Volkswagen close to $4.3bn US emissions settlement
Carmaker plans to plead guilty to criminal misconduct in diesel emissions scandal
VW Group said on Tuesday it had record sales in 2016 of 10.3 million vehicles. Photograph: Getty Images
Volkswagen has confirmed it is in advanced stages of negotiating a $4.3 billion (€4.07bn) settlement with US regulators to resolve its diesel emissions issues, and plans to plead guilty to criminal misconduct as part of the civil and criminal settlement.
Volkswagen said that with the addition of the fine, the costs of handling the diesel scandal are now set to exceed the nearly €18.2 billion it has set aside to deal with the problem. VW also said it will face oversight by an independent monitor over the next three years. It said the supervisory board and the management board would meet, possibly on Wednesday, to approve the deal.VW is expected to plead guilty as part of the settlement as early as Wednesday. The company said it was in “ advanced talks” on a settlement with the US authorities.
The company admitted in September 2015 to installing secret software in hundreds of thousands of US diesel cars to cheat exhaust emissions tests and make them appear cleaner than they were on the road, and that as many as 11 million vehicles could have similar software installed worldwide.
The US settlement comes as the German car firm continues to face legal action in Ireland and other European countries over its refusal to compensate owners affected on this side of the Atlantic. Over 110,000 vehicles in Ireland across the Volkswagen, Seat, Skoda and Audi brands are involved in the scandal.
Conspiracy to defraud
On Monday, a VW executive, the second employee charged by US prosecutors, was accused of conspiracy to defraud the United States over the company’s emissions cheating and the carmaker was charged with concealing the cheating from regulators.
Volkswagen had previously agreed to spend up to $17.5 billion in the United States to resolve claims by US regulators, owners and dealers and offered to buy back nearly 500,000 polluting vehicles.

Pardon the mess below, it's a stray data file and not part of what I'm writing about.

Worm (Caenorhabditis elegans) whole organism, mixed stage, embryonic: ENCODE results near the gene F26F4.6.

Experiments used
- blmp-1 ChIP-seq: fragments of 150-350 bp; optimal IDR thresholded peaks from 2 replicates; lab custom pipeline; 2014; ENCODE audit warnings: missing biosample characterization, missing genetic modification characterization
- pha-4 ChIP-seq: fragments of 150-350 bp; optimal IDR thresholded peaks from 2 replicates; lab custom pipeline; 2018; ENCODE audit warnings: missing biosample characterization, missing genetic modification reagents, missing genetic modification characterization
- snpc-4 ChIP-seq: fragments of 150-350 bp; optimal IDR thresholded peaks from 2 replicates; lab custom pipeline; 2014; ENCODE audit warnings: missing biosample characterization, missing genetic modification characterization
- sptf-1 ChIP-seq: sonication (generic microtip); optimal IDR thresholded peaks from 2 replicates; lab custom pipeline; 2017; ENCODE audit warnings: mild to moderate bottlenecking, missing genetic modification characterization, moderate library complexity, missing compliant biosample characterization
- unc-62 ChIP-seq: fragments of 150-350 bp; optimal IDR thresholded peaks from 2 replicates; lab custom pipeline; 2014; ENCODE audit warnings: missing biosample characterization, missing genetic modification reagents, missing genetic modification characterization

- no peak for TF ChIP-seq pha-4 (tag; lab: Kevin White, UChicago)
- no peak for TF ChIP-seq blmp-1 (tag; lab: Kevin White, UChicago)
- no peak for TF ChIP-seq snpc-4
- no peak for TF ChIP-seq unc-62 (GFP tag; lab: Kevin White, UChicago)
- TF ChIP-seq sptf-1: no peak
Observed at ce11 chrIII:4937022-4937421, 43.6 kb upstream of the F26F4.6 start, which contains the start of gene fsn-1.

Much of the company’s senior management departed following the scandal, including chief executive Martin Winterkorn.
VW Group said on Tuesday it had record sales in 2016 of 10.3 million vehicles, including a 12 percent increase in December. That figure should put VW ahead of Japanese rival Toyota Motor Co as the world’s largest car producer by volume for the year.
VW is eager to resolve potential criminal charges before the Department of Justice political appointees overseeing the settlement talks depart with the Obama administration.
A criminal settlement in the US would be a milestone in VW’s efforts to draw a line under the affair, in which up to 11 million of the company’s diesel cars worldwide were fitted with software designed to understate harmful emissions of nitrogen oxides in official tests.
In the US, where the scandal was uncovered by regulators, the affair has already cost VW $15.3bn in a partial civil settlement involving 475,000 two-litre diesel cars, an additional $1.2 billion to resolve a class-action lawsuit by the company’s dealers, and a further $1 billion to recall or buy back 60,000 three-litre vehicles.
Any settlement is unlikely, however, to resolve the potential liability of high-level company executives based in Germany or the US, said a Department of Justice official.
Reuters/Financial Times Service